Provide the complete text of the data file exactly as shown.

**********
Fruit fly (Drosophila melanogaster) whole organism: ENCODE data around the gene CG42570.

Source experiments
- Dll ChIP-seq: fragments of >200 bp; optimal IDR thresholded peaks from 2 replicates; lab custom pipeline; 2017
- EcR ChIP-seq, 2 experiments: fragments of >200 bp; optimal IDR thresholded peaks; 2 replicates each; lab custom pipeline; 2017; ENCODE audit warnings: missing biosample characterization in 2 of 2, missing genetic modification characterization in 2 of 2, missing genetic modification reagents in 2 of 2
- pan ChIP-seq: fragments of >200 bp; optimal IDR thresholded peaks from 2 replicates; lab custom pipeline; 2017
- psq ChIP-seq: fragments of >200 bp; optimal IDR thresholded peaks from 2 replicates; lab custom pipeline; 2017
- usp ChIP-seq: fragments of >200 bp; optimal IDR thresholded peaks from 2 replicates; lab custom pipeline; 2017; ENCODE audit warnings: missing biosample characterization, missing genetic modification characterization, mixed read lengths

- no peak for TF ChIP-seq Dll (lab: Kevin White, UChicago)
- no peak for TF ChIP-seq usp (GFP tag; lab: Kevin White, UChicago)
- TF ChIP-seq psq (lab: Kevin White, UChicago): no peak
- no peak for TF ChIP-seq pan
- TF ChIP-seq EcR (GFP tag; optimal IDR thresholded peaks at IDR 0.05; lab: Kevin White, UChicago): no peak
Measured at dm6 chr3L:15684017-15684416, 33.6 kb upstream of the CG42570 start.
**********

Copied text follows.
Fruit fly (Drosophila melanogaster) whole organism: ENCODE data around the gene CG42570.

Source experiments
- Dll ChIP-seq: fragments of >200 bp; optimal IDR thresholded peaks from 2 replicates; lab custom pipeline; 2017
- EcR ChIP-seq, 2 experiments: fragments of >200 bp; optimal IDR thresholded peaks; 2 replicates each; lab custom pipeline; 2017; ENCODE audit warnings: missing biosample characterization in 2 of 2, missing genetic modification characterization in 2 of 2, missing genetic modification reagents in 2 of 2
- pan ChIP-seq: fragments of >200 bp; optimal IDR thresholded peaks from 2 replicates; lab custom pipeline; 2017
- psq ChIP-seq: fragments of >200 bp; optimal IDR thresholded peaks from 2 replicates; lab custom pipeline; 2017
- usp ChIP-seq: fragments of >200 bp; optimal IDR thresholded peaks from 2 replicates; lab custom pipeline; 2017; ENCODE audit warnings: missing biosample characterization, missing genetic modification characterization, mixed read lengths

- no peak for TF ChIP-seq Dll (lab: Kevin White, UChicago)
- no peak for TF ChIP-seq usp (GFP tag; lab: Kevin White, UChicago)
- TF ChIP-seq psq (lab: Kevin White, UChicago): no peak
- no peak for TF ChIP-seq pan
- TF ChIP-seq EcR (GFP tag; optimal IDR thresholded peaks at IDR 0.05; lab: Kevin White, UChicago): no peak
Measured at dm6 chr3L:15684017-15684416, 33.6 kb upstream of the CG42570 start.